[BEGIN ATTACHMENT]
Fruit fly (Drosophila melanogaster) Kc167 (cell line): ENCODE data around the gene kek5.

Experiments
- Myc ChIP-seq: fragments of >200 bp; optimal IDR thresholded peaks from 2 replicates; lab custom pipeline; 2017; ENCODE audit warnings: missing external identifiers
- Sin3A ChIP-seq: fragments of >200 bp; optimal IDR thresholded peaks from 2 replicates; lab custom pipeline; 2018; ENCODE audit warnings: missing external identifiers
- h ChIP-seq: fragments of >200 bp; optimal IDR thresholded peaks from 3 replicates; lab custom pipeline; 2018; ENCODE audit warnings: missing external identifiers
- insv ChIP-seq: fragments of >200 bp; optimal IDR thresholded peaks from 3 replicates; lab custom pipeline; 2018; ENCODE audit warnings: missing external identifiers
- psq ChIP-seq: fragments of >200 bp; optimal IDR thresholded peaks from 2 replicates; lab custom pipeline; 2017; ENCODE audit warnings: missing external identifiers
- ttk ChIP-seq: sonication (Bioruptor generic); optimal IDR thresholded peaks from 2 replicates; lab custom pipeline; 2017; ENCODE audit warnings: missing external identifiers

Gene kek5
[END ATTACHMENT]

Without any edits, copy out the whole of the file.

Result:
Fruit fly (Drosophila melanogaster) Kc167 (cell line): ENCODE data around the gene kek5.

Experiments
- Myc ChIP-seq: fragments of >200 bp; optimal IDR thresholded peaks from 2 replicates; lab custom pipeline; 2017; ENCODE audit warnings: missing external identifiers
- Sin3A ChIP-seq: fragments of >200 bp; optimal IDR thresholded peaks from 2 replicates; lab custom pipeline; 2018; ENCODE audit warnings: missing external identifiers
- h ChIP-seq: fragments of >200 bp; optimal IDR thresholded peaks from 3 replicates; lab custom pipeline; 2018; ENCODE audit warnings: missing external identifiers
- insv ChIP-seq: fragments of >200 bp; optimal IDR thresholded peaks from 3 replicates; lab custom pipeline; 2018; ENCODE audit warnings: missing external identifiers
- psq ChIP-seq: fragments of >200 bp; optimal IDR thresholded peaks from 2 replicates; lab custom pipeline; 2017; ENCODE audit warnings: missing external identifiers
- ttk ChIP-seq: sonication (Bioruptor generic); optimal IDR thresholded peaks from 2 replicates; lab custom pipeline; 2017; ENCODE audit warnings: missing external identifiers

Gene kek5